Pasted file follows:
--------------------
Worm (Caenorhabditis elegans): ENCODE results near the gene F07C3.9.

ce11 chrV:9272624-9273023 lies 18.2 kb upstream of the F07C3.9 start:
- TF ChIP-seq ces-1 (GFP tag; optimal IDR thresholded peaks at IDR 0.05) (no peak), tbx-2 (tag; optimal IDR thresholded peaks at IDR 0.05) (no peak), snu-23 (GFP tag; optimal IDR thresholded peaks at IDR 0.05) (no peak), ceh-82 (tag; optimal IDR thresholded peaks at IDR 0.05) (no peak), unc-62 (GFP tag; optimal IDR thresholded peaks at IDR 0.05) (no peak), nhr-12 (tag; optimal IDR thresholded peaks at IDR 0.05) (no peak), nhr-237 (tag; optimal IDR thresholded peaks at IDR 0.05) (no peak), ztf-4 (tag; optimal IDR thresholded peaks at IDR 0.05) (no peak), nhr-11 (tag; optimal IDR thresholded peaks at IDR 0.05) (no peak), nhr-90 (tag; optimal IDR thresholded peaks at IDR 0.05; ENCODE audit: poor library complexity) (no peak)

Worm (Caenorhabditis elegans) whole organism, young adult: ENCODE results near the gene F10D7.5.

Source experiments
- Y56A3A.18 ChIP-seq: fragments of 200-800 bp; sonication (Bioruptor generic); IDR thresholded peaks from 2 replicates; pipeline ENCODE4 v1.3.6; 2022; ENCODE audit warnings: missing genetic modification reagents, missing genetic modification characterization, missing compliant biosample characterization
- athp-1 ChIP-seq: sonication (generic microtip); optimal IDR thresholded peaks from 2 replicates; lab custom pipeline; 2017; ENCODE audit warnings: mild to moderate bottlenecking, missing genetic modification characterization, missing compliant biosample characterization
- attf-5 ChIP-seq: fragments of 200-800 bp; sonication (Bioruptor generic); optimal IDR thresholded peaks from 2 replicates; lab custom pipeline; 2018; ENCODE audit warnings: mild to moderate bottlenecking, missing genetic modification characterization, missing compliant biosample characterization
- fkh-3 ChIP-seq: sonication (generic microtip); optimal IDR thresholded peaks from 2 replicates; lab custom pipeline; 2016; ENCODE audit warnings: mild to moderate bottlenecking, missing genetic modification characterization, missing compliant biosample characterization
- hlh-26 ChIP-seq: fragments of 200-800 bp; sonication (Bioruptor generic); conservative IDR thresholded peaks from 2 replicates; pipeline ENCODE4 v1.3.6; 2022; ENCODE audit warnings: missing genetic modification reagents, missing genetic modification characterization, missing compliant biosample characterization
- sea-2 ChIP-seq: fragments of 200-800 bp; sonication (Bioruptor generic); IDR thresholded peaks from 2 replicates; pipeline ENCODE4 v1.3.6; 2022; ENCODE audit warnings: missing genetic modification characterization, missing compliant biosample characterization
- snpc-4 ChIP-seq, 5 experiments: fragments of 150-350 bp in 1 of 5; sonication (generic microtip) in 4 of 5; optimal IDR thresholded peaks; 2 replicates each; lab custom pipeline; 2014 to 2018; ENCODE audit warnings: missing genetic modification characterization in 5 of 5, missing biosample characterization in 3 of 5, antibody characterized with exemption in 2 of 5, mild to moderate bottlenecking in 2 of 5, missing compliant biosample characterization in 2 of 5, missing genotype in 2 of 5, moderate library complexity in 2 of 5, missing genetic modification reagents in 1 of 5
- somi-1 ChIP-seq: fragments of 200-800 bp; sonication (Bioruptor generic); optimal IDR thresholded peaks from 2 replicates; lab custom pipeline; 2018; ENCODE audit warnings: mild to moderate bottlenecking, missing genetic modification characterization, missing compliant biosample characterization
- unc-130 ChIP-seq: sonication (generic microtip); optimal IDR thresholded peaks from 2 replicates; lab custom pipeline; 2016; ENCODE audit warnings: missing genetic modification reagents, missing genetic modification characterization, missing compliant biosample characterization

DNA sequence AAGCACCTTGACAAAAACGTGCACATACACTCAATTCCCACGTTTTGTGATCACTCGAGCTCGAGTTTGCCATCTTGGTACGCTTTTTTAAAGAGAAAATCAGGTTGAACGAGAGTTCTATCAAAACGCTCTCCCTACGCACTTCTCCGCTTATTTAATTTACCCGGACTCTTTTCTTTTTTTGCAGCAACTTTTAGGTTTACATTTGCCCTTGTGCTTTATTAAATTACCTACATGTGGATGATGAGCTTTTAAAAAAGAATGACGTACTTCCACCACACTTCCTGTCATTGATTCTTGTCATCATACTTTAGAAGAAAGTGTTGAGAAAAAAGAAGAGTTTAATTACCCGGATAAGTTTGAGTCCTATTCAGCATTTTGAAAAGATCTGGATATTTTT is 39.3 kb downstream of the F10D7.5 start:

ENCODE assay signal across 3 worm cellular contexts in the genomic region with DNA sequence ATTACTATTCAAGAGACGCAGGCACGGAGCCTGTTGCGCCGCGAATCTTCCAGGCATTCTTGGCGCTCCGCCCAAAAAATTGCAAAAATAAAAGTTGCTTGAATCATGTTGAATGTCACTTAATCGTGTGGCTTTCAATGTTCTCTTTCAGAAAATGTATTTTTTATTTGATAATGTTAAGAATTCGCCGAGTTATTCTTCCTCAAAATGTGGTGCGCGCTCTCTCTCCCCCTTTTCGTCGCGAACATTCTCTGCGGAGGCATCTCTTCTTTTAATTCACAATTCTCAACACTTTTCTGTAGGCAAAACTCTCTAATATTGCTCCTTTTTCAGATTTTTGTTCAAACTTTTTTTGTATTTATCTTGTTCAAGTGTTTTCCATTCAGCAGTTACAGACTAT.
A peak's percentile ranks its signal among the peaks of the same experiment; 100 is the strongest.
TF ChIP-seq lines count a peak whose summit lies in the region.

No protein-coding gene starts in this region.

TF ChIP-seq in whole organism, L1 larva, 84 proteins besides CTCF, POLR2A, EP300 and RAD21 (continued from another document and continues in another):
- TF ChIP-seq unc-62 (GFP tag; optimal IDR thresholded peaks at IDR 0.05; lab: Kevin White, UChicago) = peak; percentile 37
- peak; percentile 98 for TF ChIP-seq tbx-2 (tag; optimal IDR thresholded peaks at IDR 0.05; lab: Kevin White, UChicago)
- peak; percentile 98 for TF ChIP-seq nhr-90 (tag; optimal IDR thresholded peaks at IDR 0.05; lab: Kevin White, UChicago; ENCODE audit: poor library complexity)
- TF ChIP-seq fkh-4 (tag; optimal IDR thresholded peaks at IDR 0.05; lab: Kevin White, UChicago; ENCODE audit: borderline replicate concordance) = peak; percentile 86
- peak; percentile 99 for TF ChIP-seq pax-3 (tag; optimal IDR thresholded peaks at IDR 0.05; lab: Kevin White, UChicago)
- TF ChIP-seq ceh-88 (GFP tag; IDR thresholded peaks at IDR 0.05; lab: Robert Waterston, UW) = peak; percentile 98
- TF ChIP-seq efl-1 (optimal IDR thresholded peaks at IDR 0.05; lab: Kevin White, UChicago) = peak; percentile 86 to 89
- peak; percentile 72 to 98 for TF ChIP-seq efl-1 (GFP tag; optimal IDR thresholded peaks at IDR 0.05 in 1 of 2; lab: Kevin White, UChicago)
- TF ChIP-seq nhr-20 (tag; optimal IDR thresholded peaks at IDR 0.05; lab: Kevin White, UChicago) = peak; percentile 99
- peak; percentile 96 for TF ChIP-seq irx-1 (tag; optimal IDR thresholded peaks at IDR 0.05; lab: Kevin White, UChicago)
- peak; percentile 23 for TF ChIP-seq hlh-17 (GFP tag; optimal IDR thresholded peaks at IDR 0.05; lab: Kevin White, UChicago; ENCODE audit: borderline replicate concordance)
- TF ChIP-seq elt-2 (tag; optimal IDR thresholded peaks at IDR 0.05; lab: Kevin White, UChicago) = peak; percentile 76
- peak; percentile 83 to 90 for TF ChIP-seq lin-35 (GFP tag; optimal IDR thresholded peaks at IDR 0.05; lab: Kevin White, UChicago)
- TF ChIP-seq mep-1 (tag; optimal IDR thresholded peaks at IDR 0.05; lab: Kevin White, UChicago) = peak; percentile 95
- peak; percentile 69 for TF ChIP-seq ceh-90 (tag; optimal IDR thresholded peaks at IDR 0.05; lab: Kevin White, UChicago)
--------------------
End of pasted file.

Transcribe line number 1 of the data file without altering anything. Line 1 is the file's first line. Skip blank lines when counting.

Worm (Caenorhabditis elegans): ENCODE results near the gene F07C3.9.